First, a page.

At this point though, the two agreed that the aim must be to win Scottish support, and that meant enforcing strict discipline and paying for everything. They carried on to Edinburgh, taking the capital (except for the Castle) with relative ease. If the clansmen were impressed by the prince’s fitness and ability to cheerfully withstand the arduous marches and basic diet (the notoriously hardy clansmen once complained that he marched too quickly!), the residents of Edinburgh were won over by his looks and personal magnetism. He gave them exactly what they wanted; a fairy-tale prince combined with a martial hero, and he played his part to perfection. His reception in Edinburgh was riotous, and he settled into Holyrood Palace, the master of the capital city of Scotland.
He had already achieved more, in just a month, than all the other risings had, and was about to consolidate that with a resounding victory at Prestonpans, which resulted in the rout of Cope’s troops. With the exception of a few castles and barracks, the prince was now in possession of the whole of Scotland. It was an astounding success, although the prince was genuinely upset by the slaughter of those he considered to be his misguided subjects.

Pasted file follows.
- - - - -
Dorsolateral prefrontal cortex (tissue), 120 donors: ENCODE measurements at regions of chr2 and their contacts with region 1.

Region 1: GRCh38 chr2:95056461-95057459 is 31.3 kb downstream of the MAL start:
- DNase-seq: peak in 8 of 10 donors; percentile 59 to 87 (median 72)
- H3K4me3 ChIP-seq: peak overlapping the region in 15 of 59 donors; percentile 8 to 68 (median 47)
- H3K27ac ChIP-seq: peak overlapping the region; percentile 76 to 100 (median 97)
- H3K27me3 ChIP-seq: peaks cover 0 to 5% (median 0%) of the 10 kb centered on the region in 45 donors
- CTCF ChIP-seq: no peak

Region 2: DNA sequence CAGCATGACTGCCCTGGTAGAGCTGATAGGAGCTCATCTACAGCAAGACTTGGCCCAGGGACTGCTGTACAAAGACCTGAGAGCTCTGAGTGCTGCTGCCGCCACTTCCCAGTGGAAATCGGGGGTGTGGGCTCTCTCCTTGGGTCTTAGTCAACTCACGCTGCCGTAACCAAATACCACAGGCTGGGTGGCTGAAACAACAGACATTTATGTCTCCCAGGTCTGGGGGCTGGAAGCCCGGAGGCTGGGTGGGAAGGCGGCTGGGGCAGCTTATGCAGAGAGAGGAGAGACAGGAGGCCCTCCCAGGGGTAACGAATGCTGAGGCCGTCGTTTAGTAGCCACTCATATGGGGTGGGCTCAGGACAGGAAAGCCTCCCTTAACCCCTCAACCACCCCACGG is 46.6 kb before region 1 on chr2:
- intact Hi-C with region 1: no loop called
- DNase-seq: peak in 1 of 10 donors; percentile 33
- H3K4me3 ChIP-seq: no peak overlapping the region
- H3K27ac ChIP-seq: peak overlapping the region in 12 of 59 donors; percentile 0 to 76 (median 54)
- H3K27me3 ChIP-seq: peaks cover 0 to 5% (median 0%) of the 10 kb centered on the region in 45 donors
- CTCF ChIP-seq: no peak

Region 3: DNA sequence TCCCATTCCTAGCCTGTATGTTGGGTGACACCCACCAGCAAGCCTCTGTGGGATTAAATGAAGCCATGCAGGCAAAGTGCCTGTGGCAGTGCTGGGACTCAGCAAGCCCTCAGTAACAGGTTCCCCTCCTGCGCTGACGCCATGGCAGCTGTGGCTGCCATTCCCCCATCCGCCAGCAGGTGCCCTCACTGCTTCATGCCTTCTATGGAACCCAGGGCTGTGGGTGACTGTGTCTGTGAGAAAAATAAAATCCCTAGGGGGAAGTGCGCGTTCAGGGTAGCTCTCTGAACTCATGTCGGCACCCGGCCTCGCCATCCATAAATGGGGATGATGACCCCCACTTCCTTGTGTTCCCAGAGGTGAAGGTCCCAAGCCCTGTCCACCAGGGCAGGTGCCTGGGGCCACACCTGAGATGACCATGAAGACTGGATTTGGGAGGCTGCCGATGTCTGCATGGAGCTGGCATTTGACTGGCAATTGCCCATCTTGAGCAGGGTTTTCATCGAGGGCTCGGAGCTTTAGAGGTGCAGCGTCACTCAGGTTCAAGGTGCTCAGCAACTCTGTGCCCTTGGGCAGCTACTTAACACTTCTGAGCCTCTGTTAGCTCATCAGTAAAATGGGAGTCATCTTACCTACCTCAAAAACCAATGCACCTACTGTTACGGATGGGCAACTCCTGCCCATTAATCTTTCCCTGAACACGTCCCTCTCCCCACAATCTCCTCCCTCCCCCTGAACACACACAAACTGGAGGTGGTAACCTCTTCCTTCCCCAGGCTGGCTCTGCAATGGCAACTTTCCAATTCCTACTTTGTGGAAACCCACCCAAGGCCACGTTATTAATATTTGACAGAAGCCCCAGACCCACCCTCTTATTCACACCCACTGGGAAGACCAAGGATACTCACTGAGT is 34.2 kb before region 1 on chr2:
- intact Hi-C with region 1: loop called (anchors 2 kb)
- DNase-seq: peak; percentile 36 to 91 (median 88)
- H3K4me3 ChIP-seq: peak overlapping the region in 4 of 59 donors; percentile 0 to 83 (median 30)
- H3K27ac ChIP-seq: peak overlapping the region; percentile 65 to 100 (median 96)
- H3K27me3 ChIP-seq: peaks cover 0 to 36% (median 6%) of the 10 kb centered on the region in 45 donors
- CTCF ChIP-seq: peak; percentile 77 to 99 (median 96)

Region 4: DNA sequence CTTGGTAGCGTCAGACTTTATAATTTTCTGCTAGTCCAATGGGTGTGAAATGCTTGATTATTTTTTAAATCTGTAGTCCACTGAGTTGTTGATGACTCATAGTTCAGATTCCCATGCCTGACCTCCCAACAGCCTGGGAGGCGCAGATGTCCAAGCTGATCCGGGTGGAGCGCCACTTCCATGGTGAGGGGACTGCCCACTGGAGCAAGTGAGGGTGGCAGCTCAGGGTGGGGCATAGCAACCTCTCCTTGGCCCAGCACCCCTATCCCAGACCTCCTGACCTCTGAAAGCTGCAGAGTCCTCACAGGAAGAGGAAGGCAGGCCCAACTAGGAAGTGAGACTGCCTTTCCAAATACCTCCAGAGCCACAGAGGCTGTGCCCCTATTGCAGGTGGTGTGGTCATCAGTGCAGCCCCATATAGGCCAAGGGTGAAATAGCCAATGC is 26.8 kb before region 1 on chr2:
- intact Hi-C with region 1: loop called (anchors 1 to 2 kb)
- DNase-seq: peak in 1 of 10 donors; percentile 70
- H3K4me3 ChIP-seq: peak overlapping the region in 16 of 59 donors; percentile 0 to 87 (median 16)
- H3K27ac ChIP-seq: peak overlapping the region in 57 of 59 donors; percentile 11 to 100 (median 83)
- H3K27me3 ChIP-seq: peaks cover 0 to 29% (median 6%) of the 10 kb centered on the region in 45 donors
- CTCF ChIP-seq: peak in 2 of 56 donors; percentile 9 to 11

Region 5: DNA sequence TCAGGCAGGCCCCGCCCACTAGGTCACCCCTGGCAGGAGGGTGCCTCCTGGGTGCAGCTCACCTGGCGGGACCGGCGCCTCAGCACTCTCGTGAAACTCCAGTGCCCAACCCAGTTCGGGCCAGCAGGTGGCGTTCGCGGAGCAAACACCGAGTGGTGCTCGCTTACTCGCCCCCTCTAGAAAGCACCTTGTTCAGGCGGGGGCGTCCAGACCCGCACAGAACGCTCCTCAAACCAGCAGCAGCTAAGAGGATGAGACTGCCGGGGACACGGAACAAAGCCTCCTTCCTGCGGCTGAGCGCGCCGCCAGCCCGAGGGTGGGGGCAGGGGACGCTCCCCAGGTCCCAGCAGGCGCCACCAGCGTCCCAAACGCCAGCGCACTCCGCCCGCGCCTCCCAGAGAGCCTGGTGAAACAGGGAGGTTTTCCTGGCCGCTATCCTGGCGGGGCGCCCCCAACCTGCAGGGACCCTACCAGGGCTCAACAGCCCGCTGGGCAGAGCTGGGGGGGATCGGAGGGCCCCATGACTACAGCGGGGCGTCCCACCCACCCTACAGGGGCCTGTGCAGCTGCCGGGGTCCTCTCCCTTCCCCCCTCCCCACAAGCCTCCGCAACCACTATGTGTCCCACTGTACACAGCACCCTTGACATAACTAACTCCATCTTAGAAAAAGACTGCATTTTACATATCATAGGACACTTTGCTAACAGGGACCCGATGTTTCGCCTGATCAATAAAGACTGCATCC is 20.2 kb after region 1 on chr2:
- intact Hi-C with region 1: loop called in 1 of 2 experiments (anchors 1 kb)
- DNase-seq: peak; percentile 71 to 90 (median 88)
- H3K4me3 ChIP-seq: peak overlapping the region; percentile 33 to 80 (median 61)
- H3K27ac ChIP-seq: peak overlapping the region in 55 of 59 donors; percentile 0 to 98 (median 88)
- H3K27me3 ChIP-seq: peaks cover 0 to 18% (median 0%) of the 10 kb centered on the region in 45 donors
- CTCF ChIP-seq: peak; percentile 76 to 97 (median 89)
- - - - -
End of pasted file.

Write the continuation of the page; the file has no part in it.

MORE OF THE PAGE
The prince returned to Edinburgh and set up a council, to which he appointed his own favourites and the regiment chiefs. They met each day to discuss strategy. Almost immediately there started to be tensions, and the ‘two party’ system of the prince’s followers and Murray’s that was to dog the rest of the campaign was formed.
Charles, rejoicing in finally being free of his father’s autocratic, critical influence, now found himself challenged by another. For him it was like having his father back, and unfortunately Murray’s enemies fanned the flames, accusing Lord George of all kinds of ridiculous things behind his back. Lord George ignored this pettiness, but his haughtiness just reinforced to the prince that Murray wanted to humiliate him. This antipathy simmered throughout the rest of the campaign.
On the positive side, Charles showed himself to be genuinely compassionate, often releasing prisoners upon them agreeing not to fight for the Hanoverians again (a promise they invariably failed to keep), and treating enemy wounded when possible. This was a trait not displayed by the Hanoverians in general; even at this stage they rarely gave quarter, treating the Scots as an inferior race and the Highlanders as barbarians. There are countless instances of the prince’s compassion, to the occasional frustration of Murray, who thought he was too soft.